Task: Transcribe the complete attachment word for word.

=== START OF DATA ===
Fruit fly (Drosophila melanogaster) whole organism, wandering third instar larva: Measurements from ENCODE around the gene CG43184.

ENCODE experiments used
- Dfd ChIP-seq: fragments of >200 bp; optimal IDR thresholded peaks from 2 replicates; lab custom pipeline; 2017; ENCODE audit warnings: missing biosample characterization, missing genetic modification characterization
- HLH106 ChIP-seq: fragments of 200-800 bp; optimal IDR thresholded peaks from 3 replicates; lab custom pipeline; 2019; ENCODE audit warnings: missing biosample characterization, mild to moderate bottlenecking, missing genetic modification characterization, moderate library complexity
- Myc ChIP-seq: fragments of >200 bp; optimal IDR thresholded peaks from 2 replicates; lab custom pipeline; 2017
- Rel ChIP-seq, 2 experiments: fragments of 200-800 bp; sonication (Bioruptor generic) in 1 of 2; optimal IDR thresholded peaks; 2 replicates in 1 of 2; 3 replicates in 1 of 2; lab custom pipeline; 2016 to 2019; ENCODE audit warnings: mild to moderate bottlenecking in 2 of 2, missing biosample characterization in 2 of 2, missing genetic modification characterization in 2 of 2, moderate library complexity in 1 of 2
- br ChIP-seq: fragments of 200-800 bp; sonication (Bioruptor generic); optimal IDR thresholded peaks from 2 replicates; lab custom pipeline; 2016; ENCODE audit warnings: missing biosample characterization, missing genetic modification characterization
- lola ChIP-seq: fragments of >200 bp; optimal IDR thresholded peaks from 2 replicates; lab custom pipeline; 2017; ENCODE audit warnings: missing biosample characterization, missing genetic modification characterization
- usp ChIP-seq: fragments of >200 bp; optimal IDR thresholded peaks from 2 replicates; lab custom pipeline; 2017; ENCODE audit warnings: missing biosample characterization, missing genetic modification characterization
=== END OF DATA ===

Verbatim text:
Fruit fly (Drosophila melanogaster) whole organism, wandering third instar larva: Measurements from ENCODE around the gene CG43184.

ENCODE experiments used
- Dfd ChIP-seq: fragments of >200 bp; optimal IDR thresholded peaks from 2 replicates; lab custom pipeline; 2017; ENCODE audit warnings: missing biosample characterization, missing genetic modification characterization
- HLH106 ChIP-seq: fragments of 200-800 bp; optimal IDR thresholded peaks from 3 replicates; lab custom pipeline; 2019; ENCODE audit warnings: missing biosample characterization, mild to moderate bottlenecking, missing genetic modification characterization, moderate library complexity
- Myc ChIP-seq: fragments of >200 bp; optimal IDR thresholded peaks from 2 replicates; lab custom pipeline; 2017
- Rel ChIP-seq, 2 experiments: fragments of 200-800 bp; sonication (Bioruptor generic) in 1 of 2; optimal IDR thresholded peaks; 2 replicates in 1 of 2; 3 replicates in 1 of 2; lab custom pipeline; 2016 to 2019; ENCODE audit warnings: mild to moderate bottlenecking in 2 of 2, missing biosample characterization in 2 of 2, missing genetic modification characterization in 2 of 2, moderate library complexity in 1 of 2
- br ChIP-seq: fragments of 200-800 bp; sonication (Bioruptor generic); optimal IDR thresholded peaks from 2 replicates; lab custom pipeline; 2016; ENCODE audit warnings: missing biosample characterization, missing genetic modification characterization
- lola ChIP-seq: fragments of >200 bp; optimal IDR thresholded peaks from 2 replicates; lab custom pipeline; 2017; ENCODE audit warnings: missing biosample characterization, missing genetic modification characterization
- usp ChIP-seq: fragments of >200 bp; optimal IDR thresholded peaks from 2 replicates; lab custom pipeline; 2017; ENCODE audit warnings: missing biosample characterization, missing genetic modification characterization